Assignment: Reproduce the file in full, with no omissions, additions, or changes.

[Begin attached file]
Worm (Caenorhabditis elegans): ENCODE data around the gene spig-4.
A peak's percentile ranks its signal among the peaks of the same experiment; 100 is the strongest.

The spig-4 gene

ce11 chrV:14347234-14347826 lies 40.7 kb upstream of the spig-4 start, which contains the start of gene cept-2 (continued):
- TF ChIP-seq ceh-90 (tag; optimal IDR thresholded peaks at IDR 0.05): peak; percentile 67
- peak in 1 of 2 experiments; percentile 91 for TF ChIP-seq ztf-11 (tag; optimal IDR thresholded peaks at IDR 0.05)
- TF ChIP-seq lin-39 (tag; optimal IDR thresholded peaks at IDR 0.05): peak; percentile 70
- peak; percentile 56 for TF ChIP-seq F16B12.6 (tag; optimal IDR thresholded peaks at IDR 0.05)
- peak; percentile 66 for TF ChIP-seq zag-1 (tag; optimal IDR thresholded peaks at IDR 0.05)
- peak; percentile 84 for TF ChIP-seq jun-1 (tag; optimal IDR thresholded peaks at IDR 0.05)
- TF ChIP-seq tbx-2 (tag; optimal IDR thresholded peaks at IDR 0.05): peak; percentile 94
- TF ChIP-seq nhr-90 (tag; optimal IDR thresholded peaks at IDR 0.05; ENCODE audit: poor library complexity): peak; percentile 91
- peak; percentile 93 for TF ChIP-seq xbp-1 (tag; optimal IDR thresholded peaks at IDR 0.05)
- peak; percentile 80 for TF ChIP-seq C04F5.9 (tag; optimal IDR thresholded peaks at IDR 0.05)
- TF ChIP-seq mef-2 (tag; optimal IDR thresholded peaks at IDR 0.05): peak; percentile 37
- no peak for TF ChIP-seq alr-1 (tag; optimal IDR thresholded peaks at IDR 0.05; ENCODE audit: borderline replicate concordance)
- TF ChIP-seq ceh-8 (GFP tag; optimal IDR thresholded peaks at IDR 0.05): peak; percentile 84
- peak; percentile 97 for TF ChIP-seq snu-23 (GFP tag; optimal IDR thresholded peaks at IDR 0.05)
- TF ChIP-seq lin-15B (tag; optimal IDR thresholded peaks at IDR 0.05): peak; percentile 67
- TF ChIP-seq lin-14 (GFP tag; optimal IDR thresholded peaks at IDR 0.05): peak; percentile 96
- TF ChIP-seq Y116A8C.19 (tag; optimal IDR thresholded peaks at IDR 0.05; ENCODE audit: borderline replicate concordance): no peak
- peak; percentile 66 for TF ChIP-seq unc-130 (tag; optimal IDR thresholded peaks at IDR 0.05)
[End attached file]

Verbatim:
Worm (Caenorhabditis elegans): ENCODE data around the gene spig-4.
A peak's percentile ranks its signal among the peaks of the same experiment; 100 is the strongest.

The spig-4 gene

ce11 chrV:14347234-14347826 lies 40.7 kb upstream of the spig-4 start, which contains the start of gene cept-2 (continued):
- TF ChIP-seq ceh-90 (tag; optimal IDR thresholded peaks at IDR 0.05): peak; percentile 67
- peak in 1 of 2 experiments; percentile 91 for TF ChIP-seq ztf-11 (tag; optimal IDR thresholded peaks at IDR 0.05)
- TF ChIP-seq lin-39 (tag; optimal IDR thresholded peaks at IDR 0.05): peak; percentile 70
- peak; percentile 56 for TF ChIP-seq F16B12.6 (tag; optimal IDR thresholded peaks at IDR 0.05)
- peak; percentile 66 for TF ChIP-seq zag-1 (tag; optimal IDR thresholded peaks at IDR 0.05)
- peak; percentile 84 for TF ChIP-seq jun-1 (tag; optimal IDR thresholded peaks at IDR 0.05)
- TF ChIP-seq tbx-2 (tag; optimal IDR thresholded peaks at IDR 0.05): peak; percentile 94
- TF ChIP-seq nhr-90 (tag; optimal IDR thresholded peaks at IDR 0.05; ENCODE audit: poor library complexity): peak; percentile 91
- peak; percentile 93 for TF ChIP-seq xbp-1 (tag; optimal IDR thresholded peaks at IDR 0.05)
- peak; percentile 80 for TF ChIP-seq C04F5.9 (tag; optimal IDR thresholded peaks at IDR 0.05)
- TF ChIP-seq mef-2 (tag; optimal IDR thresholded peaks at IDR 0.05): peak; percentile 37
- no peak for TF ChIP-seq alr-1 (tag; optimal IDR thresholded peaks at IDR 0.05; ENCODE audit: borderline replicate concordance)
- TF ChIP-seq ceh-8 (GFP tag; optimal IDR thresholded peaks at IDR 0.05): peak; percentile 84
- peak; percentile 97 for TF ChIP-seq snu-23 (GFP tag; optimal IDR thresholded peaks at IDR 0.05)
- TF ChIP-seq lin-15B (tag; optimal IDR thresholded peaks at IDR 0.05): peak; percentile 67
- TF ChIP-seq lin-14 (GFP tag; optimal IDR thresholded peaks at IDR 0.05): peak; percentile 96
- TF ChIP-seq Y116A8C.19 (tag; optimal IDR thresholded peaks at IDR 0.05; ENCODE audit: borderline replicate concordance): no peak
- peak; percentile 66 for TF ChIP-seq unc-130 (tag; optimal IDR thresholded peaks at IDR 0.05)